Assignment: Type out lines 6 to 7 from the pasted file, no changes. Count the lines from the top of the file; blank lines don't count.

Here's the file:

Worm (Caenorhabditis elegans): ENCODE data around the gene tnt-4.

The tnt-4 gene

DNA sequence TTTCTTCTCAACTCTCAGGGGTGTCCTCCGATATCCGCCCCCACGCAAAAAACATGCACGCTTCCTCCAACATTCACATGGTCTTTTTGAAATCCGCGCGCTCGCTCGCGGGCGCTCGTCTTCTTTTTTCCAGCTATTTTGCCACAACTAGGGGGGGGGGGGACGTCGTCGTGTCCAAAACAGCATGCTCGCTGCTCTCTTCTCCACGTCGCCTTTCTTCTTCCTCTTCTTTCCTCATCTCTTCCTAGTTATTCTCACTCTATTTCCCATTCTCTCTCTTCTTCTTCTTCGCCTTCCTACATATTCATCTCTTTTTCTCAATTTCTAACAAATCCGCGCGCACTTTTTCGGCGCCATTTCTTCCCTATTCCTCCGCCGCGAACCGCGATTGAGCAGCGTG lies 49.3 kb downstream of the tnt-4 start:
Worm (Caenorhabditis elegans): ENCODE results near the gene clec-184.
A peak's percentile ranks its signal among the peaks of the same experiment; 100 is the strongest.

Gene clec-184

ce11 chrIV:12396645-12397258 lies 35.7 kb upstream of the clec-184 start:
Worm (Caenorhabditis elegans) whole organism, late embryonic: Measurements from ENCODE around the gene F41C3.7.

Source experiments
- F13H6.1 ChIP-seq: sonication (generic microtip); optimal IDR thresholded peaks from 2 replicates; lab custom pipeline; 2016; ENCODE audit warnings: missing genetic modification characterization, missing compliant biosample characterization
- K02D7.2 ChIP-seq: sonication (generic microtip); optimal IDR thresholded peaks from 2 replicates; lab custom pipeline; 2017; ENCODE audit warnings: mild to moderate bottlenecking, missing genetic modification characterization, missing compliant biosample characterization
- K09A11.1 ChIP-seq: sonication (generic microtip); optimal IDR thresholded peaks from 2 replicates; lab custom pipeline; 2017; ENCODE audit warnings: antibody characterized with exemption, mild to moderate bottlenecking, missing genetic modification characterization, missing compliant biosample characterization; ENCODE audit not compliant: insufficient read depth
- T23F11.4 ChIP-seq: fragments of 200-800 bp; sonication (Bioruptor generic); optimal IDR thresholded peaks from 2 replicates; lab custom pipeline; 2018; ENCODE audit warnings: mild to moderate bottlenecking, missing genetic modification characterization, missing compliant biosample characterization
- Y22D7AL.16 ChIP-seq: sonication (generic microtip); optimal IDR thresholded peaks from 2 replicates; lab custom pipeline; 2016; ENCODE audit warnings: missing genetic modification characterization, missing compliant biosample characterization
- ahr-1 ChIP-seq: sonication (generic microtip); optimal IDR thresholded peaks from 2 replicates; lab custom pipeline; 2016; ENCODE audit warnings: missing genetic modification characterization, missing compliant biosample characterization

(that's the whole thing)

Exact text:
Gene clec-184

ce11 chrIV:12396645-12397258 lies 35.7 kb upstream of the clec-184 start: